Cunningham 'calm and cool'
Vancouver Giant looks forward to challenges of climbing ladder in Boston
By Steve Ewen, The Province
August 5, 2011
Since Craig Cunningham was 15 he has constantly outworked the competition, said Giants GM Scott Bonner.
Photograph by: Steve Bosch - PNG Files, The Province
Call it Craig Cunningham's Boston Bruins' re-boot.
The Trail native, a longtime Vancouver Giants stalwart, inked a three-year, entry-level deal with the Stanley Cup champions earlier this month and is preparing to start the season in their minorleague system, likely with their AHL affiliate in Providence, R.I.
A year ago this week, Cunningham wasn't sure what lay ahead. The Bruins had picked him in the fourth round of the 2010 entry draft, and were keen on him playing in Providence. They had already run out of the league-mandated 50 contracts, and were trying to get Cunningham to sign an AHL-specific deal.
Cunningham was well aware he was destined for the minors, but worried about accepting a lesser contract, especially with his first signing. He opted to return to the Giants for his overage season, and had a peculiar year - started out on fire, had a slump that coincided with a Vancouver losing skid and was traded to the Portland Winterhawks as part of their push for the league title.
"I'm glad that I don't have to worry about people asking, 'So, when are you going to sign?'" joked Cunningham, the 5-foot-9, 191 pounder who turns 21 in September.
"I owe a lot to Scott Bonner and Don Hay. They deserve a lot of credit for the kind of player I've become. But it was good to move to Portland, too, and get to play deep in the playoffs, and play with guys, in Ryan Johansen and Nino Niederreiter, who had gone fourth and fifth in the NHL draft."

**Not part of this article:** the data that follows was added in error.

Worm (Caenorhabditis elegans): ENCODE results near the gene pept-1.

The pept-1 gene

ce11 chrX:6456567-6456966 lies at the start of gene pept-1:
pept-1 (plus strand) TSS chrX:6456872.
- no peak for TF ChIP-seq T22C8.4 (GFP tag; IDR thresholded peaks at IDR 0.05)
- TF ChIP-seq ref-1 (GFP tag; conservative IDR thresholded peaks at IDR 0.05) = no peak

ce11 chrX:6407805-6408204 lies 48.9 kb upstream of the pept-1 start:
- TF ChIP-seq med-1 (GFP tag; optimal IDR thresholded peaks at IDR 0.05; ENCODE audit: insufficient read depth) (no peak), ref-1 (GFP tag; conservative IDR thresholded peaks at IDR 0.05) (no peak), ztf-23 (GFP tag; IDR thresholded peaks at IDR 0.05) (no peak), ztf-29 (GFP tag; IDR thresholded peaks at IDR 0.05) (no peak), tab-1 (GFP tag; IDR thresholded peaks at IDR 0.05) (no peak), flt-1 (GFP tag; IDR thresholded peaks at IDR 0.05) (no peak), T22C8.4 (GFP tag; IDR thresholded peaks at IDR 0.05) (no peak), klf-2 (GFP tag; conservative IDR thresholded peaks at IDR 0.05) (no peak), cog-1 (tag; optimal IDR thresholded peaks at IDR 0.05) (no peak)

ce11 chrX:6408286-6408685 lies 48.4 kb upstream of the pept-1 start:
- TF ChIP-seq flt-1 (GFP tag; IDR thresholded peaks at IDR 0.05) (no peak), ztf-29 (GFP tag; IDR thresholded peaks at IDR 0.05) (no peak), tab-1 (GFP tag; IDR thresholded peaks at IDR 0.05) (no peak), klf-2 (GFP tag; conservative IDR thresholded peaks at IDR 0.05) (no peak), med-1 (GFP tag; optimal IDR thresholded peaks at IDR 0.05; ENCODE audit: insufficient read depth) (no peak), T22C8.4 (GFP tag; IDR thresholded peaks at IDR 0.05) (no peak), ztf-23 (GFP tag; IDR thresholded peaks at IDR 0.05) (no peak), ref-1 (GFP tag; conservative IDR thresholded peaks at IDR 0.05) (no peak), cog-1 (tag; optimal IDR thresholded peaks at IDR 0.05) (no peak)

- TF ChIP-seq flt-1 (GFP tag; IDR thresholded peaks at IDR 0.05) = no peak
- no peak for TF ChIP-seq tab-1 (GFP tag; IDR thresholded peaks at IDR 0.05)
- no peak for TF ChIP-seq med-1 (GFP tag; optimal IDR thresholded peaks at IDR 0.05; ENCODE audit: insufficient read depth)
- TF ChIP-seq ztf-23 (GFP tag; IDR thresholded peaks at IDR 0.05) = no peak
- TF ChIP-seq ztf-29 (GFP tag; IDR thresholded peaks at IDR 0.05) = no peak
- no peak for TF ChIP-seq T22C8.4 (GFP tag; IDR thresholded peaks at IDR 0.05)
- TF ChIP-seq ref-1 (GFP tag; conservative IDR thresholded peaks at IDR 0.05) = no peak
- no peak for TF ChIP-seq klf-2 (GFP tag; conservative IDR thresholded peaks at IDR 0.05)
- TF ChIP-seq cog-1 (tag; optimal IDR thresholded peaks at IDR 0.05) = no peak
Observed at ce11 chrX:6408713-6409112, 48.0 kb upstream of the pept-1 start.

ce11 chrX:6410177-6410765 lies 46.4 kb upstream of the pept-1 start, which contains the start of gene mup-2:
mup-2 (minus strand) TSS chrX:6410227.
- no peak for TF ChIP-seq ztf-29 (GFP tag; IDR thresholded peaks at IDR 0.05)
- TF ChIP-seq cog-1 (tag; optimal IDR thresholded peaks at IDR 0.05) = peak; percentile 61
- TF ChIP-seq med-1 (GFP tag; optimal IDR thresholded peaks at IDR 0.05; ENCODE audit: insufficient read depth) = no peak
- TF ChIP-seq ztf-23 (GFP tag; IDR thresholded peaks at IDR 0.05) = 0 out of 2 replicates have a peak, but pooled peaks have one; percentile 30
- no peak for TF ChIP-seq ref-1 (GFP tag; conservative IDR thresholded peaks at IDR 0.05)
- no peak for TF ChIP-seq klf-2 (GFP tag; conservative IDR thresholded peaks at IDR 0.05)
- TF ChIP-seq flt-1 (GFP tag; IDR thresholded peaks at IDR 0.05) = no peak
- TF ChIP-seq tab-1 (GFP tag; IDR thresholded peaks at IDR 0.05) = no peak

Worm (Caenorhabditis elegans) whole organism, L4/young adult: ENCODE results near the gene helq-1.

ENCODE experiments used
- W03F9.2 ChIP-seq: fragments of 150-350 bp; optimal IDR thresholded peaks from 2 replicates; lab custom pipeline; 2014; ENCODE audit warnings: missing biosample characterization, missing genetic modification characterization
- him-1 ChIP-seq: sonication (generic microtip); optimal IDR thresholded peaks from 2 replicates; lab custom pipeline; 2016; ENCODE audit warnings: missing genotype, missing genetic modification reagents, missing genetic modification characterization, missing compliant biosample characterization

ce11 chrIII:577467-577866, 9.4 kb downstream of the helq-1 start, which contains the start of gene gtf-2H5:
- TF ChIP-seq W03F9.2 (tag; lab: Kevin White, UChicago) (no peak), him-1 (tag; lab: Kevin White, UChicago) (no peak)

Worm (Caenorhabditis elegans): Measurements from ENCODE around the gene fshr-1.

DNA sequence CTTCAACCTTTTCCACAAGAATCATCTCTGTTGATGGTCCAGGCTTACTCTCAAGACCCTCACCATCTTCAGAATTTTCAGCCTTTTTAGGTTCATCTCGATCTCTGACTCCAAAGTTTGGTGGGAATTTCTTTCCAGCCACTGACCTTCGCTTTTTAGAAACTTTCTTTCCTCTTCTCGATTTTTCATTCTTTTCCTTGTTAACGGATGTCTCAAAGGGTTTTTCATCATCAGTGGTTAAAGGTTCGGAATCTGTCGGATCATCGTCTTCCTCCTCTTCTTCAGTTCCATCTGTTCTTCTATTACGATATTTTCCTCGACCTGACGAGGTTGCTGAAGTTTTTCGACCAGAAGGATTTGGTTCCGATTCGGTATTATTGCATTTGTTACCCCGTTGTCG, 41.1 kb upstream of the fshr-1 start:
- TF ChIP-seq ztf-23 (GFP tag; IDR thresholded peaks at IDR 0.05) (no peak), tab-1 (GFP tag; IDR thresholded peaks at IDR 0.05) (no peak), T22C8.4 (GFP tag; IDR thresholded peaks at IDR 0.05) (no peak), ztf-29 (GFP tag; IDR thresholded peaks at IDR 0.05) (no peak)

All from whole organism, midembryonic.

Cunningham went to the Bruins' prospect camp in Wilmington, Mass., earlier this month and Bruins general manager Peter Chiarelli praised his work ethic to reporters on hand.
"He looks like a kid who's willing to learn, willing to put the time in," Chiarelli was quoted as saying.
Bonner, the Giants general manager, says that Cunningham will remain an example that he and coach Hay bring up with young players. It's hard to remember at times that he didn't have a goal in a combined 63 regular and playoff games as a 16-year-old, especially after he had 37 goals, and 97 points, in 72 regular-season games as a 19-year-old. He had 87 points, including 27 goals, in 71 league games split between Vancouver and Portland last season.
"Since Craig was 15 he has constantly outworked the competition," said Bonner.
Cunningham is living in Vancouver once again this summer, with his good friend and training partner Landon Ferraro. Ferraro, a centre who turns 20 on Monday, is trying to skip his overage season with the Everett Silvertips and play in the Detroit Red Wings' farm system.
"I'm just going to go to camp and try to be calm and cool," said Cunningham, who heads to Boston Sept. 9. "I have three years to play and try to earn a second contract. Obviously, the chances of making the big team right away are pretty slim, but I hope to get a couple of exhibition games in.
"It's not going to be an easy ladder to climb. It's going to be a great challenge. I'm going to try to do what I did in Vancouver. Hopefully, it doesn't take me the full three years to do it."
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